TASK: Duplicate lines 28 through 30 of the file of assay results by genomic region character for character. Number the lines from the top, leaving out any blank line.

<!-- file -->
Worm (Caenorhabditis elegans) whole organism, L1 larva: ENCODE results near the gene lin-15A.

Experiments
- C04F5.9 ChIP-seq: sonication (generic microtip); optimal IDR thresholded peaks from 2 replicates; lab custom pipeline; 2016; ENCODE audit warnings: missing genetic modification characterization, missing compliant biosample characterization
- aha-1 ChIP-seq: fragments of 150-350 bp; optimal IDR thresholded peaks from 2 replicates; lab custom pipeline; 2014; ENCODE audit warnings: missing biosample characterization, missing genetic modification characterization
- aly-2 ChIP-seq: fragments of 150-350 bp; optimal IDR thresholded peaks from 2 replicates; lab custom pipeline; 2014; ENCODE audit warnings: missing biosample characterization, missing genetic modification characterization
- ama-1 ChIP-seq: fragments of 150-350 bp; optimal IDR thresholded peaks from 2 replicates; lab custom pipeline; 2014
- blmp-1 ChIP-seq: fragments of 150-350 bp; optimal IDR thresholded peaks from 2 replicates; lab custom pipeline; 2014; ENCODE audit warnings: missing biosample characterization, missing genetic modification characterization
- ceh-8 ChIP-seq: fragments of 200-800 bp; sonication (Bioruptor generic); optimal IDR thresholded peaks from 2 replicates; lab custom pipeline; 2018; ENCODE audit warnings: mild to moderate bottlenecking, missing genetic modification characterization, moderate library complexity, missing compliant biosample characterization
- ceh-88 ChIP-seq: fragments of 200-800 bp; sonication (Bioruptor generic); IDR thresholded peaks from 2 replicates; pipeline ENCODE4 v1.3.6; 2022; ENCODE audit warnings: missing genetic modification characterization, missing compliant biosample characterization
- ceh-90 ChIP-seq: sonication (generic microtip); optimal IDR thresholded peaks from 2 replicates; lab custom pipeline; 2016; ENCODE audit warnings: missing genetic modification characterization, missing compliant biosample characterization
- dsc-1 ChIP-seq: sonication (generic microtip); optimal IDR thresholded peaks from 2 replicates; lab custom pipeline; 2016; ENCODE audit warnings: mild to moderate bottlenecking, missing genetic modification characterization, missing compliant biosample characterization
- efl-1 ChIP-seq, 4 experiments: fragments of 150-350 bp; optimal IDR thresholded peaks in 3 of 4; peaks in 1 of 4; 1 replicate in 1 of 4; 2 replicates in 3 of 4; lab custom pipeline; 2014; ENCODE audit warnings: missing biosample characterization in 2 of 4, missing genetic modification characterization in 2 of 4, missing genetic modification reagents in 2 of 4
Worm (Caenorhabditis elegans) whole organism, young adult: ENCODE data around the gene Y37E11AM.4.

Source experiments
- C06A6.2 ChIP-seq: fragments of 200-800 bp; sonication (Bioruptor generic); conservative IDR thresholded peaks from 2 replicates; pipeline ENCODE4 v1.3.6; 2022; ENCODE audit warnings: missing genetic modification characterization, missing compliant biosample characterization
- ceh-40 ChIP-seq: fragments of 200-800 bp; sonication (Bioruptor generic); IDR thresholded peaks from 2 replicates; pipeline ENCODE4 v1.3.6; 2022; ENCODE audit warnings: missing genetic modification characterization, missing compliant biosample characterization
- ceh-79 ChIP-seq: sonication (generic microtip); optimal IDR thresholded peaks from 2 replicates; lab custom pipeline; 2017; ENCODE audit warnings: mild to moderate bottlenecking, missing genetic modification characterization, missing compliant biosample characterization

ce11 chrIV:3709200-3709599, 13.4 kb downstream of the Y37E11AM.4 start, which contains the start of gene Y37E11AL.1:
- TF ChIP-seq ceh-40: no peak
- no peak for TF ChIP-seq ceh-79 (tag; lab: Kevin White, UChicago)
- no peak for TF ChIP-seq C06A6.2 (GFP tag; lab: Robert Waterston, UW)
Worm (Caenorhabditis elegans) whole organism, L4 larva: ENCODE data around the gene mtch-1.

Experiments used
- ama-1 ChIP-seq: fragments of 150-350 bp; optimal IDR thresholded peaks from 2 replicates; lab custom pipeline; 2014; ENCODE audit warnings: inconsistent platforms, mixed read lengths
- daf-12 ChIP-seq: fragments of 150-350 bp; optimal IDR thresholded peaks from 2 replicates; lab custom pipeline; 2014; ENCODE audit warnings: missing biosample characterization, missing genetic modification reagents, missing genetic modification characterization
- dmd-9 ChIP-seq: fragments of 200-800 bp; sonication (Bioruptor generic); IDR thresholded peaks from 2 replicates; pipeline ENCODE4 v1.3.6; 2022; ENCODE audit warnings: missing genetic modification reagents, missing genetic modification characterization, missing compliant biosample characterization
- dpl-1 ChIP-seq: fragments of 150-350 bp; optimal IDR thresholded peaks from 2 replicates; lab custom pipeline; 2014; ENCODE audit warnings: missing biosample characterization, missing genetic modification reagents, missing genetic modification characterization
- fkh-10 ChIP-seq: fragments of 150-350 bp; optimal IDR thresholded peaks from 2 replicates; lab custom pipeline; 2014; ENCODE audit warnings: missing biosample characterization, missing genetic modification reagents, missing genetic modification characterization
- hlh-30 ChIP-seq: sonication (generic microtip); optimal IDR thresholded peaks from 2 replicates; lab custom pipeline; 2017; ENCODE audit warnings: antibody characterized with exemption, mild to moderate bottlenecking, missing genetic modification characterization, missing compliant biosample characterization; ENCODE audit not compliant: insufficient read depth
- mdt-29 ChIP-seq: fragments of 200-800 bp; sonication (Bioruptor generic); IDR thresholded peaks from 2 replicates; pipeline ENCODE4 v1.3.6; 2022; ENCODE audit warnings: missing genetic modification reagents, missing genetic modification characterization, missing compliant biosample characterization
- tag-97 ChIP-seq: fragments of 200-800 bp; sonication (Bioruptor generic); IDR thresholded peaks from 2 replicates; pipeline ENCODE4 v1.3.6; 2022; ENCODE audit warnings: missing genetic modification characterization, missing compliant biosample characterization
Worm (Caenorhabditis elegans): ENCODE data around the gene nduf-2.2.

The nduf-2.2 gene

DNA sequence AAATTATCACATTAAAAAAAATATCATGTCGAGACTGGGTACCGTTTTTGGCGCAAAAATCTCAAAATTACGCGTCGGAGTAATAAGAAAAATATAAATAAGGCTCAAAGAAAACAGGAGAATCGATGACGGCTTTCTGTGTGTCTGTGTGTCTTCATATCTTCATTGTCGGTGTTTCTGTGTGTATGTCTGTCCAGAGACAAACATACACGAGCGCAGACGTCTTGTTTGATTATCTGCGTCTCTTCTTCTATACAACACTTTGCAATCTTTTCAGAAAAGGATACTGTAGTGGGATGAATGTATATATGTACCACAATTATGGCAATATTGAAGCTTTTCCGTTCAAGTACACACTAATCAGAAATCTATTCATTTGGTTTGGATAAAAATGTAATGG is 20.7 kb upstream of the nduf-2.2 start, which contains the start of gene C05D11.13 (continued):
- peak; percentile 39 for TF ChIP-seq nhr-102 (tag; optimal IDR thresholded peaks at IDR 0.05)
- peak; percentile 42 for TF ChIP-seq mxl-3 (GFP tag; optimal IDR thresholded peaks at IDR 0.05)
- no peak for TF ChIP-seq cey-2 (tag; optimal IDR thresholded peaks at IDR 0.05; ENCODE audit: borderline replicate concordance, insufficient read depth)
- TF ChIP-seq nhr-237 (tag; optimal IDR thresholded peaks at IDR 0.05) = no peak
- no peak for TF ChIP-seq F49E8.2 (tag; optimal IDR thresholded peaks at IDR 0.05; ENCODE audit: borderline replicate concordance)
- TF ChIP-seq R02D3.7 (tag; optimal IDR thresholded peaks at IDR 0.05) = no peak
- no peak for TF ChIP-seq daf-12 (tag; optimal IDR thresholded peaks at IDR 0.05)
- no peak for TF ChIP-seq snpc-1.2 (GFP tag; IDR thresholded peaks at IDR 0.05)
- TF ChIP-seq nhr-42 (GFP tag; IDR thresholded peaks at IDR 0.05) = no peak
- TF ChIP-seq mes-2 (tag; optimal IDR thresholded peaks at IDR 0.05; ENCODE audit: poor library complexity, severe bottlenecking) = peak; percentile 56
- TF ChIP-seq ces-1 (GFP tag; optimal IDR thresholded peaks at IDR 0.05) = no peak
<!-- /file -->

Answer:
- fkh-10 ChIP-seq: fragments of 150-350 bp; optimal IDR thresholded peaks from 2 replicates; lab custom pipeline; 2014; ENCODE audit warnings: missing biosample characterization, missing genetic modification reagents, missing genetic modification characterization
- hlh-30 ChIP-seq: sonication (generic microtip); optimal IDR thresholded peaks from 2 replicates; lab custom pipeline; 2017; ENCODE audit warnings: antibody characterized with exemption, mild to moderate bottlenecking, missing genetic modification characterization, missing compliant biosample characterization; ENCODE audit not compliant: insufficient read depth
- mdt-29 ChIP-seq: fragments of 200-800 bp; sonication (Bioruptor generic); IDR thresholded peaks from 2 replicates; pipeline ENCODE4 v1.3.6; 2022; ENCODE audit warnings: missing genetic modification reagents, missing genetic modification characterization, missing compliant biosample characterization